Wed, Oct 08, 2008 - Page 9 News List

India an exception when it comes to selling nuclear materials

By Shashi Tharoor

The ratification by the US Congress of the historic India-US Nuclear Agreement marks a remarkable new development in world affairs. Initially signed in July 2005, the agreement is a major milestone in the growing partnership between the world’s largest democracies.

That agreement signals recognition of what may be called “the Indian exception” — a decision by the world’s sole superpower, together with all other nations involved in commerce in nuclear-related materials, to sell such materials to India, despite India’s refusal to sign the Nuclear Non-Proliferation Treaty (NPT) and its two nuclear tests.

India’s refusal to sign the NPT was based on principle, for the NPT is the last vestige of apartheid in the international system, granting as it does to five permanent members of the UN Security Council the right to be nuclear weapons states while denying the same right to others. A long-time advocate of global nuclear disarmament, India’s moral stand on the NPT enjoys near-unanimous backing within the country. Its weapons program is also widely (though far from universally) supported at home as a security imperative in a dangerous neighborhood.

Unlike Iran and North Korea, which signed the NPT and then violated its provisions through clandestine nuclear weapons programs, India has openly pursued its own nuclear development, and it has a stellar record on non-proliferation, never exporting its technology or leaking a nuclear secret. Moreover, its nuclear program is under strict civilian control.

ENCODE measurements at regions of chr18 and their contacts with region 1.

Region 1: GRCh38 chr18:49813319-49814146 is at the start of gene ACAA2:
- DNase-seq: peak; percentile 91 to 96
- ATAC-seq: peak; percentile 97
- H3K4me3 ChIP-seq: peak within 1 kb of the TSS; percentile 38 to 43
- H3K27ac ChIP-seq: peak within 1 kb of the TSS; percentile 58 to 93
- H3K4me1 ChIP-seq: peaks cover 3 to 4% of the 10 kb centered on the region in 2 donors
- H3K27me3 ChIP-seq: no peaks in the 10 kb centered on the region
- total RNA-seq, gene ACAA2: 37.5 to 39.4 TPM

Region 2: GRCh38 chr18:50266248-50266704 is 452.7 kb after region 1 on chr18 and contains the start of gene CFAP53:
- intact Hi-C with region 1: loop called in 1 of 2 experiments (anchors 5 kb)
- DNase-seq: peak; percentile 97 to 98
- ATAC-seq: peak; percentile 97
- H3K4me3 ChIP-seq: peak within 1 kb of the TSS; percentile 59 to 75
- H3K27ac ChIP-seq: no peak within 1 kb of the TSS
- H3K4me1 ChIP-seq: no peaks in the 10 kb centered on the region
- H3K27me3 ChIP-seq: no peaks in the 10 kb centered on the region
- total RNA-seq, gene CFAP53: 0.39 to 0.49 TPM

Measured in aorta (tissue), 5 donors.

All of this is implicitly recognized in the newly ratified India-US accord, which survived tough bilateral negotiations, codification of its provisions into US law, and unanimous approval in August by the board of governors of the International Atomic Energy Agency (IAEA). Finally, the Nuclear Suppliers Group of 45 countries, urged by the US President George W. Bush’s administration to follow the IAEA’s example, did so unconditionally.

US congressional was the last act of a long drama, and it cleared the way for US companies to bid for Indian nuclear contracts, an area in which they will face stiff competition from France and Russia. But the agreement’s main significance should be seen in terms of the burgeoning Indo-American relationship.

Estranged during the Cold War by US support for Pakistan and India’s leadership of the non-aligned movement, the two countries have been drawing ever closer during the last decade.

Bilateral trade is booming. US companies have quintupled their investments in India over the last decade. Indians are reading MRIs for US patients, providing call-center support for US consumers, and delivering world-class research and development services for US companies. Polls have repeatedly revealed that India is one of the few countries in the developing world where the US is still held in high regard.

India has also become a more visible presence in the US. There are more Indian students at US universities than those of any other foreign nationality. The successes of the growing Indian-American population have made it an influential minority in the US, including thousands of doctors and nurses, innovative Silicon Valley professionals (one of whom invented the Pentium chip, while another created Hotmail), the chief executive officers of Citigroup and Pepsi, two US astronauts, and the young governor of Louisiana — in addition to taxi-drivers, gas-station attendants, and clerks at all-night convenience stores.

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